AT&T announces plans for massive 1Gbit/s rollout; or does it?

(c) AT&T

(c) AT&T

The Gigabit Fibre Circus continues to tour the US, promising fun and excitement for all the family. But look closely and you’ll soon see the smoke and mirrors; all is not as it seems.

When Google announced its plans in early 2010 to build out a gigabit network to create a ‘Google City’, it was inundated with support from US regional municipalities; local governments bent over backwards with help and concessions to be awarded the prize of host city. For the incumbent telcos, it must have felt like a kick in the teeth.

Weren’t these the same municipalities that criticised the telcos, that tried to create their own competing networks, that constantly bemoan the state of telecoms services? And yet here they are kissing up to Google? All because Google promised it might just trial a high-speed network in their town?

Then, when Kansas City was selected and services started to roll out in 2012, Google decided it would extend its gigabit programme. Next it was Austin, Texas, and in February this year it announced plans to expand Google Fiber and has invited the authorities in nine metropolitan areas around the US (encompassing 34 cities) to “work with us to explore what it would take to bring them Google Fiber”.

AT&T must have decided enough was enough.

The US telco has issued a press statement announcing “a major initiative to expand its ultra-fast fiber network to up to 100 candidate cities and municipalities nationwide. The fiber network will deliver ‘AT&T U-verse with GigaPower’ service, which can deliver broadband speeds up to 1 Gigabit per second and AT&T’s most advanced TV services, to consumers and businesses”.

Check the small print

At first glance, that looks like AT&T will be rolling out a gigabit service to 100 cities across the US. Hurrah! But look more closely and you’ll see that there is absolutely zero commitment to achieving such an aim. As the announcement headline says, “AT&T eyes 100 US cities” – it’s only considering the service. Actual rollout is dependent on a large number of factors, including help from local authorities.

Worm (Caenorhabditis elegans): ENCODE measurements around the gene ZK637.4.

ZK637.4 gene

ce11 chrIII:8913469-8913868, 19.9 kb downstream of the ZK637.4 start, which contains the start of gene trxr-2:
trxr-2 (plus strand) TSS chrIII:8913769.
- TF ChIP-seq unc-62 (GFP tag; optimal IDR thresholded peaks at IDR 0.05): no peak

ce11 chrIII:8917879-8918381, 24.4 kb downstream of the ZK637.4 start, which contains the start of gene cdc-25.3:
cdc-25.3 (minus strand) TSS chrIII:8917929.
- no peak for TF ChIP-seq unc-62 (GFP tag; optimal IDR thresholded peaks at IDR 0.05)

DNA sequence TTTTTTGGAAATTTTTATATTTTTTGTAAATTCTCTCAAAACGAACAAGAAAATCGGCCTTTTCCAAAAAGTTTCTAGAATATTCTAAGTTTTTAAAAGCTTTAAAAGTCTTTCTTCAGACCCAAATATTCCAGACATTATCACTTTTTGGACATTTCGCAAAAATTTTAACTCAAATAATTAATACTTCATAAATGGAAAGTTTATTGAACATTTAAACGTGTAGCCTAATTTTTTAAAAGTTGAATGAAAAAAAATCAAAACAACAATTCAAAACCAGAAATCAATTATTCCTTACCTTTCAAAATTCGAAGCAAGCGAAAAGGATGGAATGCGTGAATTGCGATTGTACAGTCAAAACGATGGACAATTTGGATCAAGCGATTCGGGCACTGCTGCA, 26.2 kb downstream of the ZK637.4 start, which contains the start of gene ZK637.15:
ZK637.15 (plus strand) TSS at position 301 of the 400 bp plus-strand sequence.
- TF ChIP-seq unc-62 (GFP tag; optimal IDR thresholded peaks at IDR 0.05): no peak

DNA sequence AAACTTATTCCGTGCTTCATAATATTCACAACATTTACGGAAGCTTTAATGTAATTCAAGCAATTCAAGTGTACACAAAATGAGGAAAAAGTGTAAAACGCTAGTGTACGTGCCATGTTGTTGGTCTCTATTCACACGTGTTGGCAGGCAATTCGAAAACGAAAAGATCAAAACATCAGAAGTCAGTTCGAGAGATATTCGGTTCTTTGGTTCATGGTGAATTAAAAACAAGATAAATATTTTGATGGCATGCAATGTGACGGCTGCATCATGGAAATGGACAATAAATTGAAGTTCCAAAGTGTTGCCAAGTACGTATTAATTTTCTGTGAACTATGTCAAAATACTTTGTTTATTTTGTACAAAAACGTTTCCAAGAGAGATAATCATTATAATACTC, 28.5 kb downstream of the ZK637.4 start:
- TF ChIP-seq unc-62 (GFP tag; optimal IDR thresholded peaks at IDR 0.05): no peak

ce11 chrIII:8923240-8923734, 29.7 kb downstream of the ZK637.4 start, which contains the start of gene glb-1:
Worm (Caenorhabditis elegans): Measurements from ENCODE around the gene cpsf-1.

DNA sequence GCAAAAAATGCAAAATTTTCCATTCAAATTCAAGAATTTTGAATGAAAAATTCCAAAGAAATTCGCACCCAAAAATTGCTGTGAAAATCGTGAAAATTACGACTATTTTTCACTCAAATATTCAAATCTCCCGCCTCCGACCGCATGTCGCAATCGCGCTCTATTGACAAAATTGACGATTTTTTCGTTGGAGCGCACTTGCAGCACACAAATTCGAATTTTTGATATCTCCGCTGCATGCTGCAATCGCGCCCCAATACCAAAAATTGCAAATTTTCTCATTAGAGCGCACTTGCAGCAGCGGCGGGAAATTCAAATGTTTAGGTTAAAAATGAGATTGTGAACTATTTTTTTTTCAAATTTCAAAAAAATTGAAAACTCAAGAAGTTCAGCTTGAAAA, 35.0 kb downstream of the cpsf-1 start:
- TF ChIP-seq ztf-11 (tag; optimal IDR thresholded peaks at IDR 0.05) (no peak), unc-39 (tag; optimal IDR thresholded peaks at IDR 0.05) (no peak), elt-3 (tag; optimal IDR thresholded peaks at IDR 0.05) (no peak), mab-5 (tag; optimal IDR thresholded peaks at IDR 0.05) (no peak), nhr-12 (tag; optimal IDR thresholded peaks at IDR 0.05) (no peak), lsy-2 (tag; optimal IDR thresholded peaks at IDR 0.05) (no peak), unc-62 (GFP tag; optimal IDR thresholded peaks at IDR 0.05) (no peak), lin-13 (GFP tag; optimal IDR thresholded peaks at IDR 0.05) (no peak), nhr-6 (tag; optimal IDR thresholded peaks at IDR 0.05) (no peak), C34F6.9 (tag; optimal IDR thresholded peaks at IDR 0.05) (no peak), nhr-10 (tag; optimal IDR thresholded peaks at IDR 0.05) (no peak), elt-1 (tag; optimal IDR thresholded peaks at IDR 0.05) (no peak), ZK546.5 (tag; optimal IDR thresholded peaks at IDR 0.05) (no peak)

As Karl Bode at DSL Reports puts it, we are seeing a new class of FTTx broadband emerging: “Fibre to the Press Release”.

The announcement said that AT&T “will work with local leaders… to discuss ways to bring the service to their communities”. It indicated that successful locations need to demonstrate that they have “suitable network facilities, and show the strongest investment cases based on anticipated demand and the most receptive policies”. In exchange for these “receptive policies”, AT&T will of course help with economic development by bringing jobs and advanced technologies to these areas.

“We’re interested in working with communities that appreciate the value of the most advanced technologies and are willing to encourage investment by offering solid investment cases and policies,” said Lori Lee, senior EVP of AT&T Home Solutions, emphasising exactly what it is that the telco needs before it even thinks about bringing in the construction gangs.